The Politics of Public Works

As Barack Obama takes the oath of office for his second term, Places editor Nancy Levinson argues for an intensified political agenda for architects and urban designers.

The longstanding tension between the pressing need for public action and the tenacious culture of privatization remains the critical dilemma of U.S. politics.

Nothing underscores the need to resolve this tension — and to commit once again to the ideals of collective purpose and common good — than the accelerating crisis of climate change.

"We seem to have lost the political capacity to grapple with the big picture, the long range, the global scale," Levinson writes. "To a degree we've even lost the vocabulary."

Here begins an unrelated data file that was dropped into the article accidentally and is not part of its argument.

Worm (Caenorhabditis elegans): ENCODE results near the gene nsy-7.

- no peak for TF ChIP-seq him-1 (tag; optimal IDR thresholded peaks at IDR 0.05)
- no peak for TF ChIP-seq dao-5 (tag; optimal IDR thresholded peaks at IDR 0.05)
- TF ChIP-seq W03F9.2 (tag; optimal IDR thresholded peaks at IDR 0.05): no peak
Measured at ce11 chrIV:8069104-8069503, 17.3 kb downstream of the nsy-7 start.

"In design circles it's as if the perceived failures of mid 20th-century planning — exemplified by top-down urban renewal and personified by the power-brokering Robert Moses — have induced a kind of conceptual paralysis, an inability to formulate the public sector, or public works, in terms not beholden to a discredited history."

Full Story: After the Storm: Climate Change and Public Works

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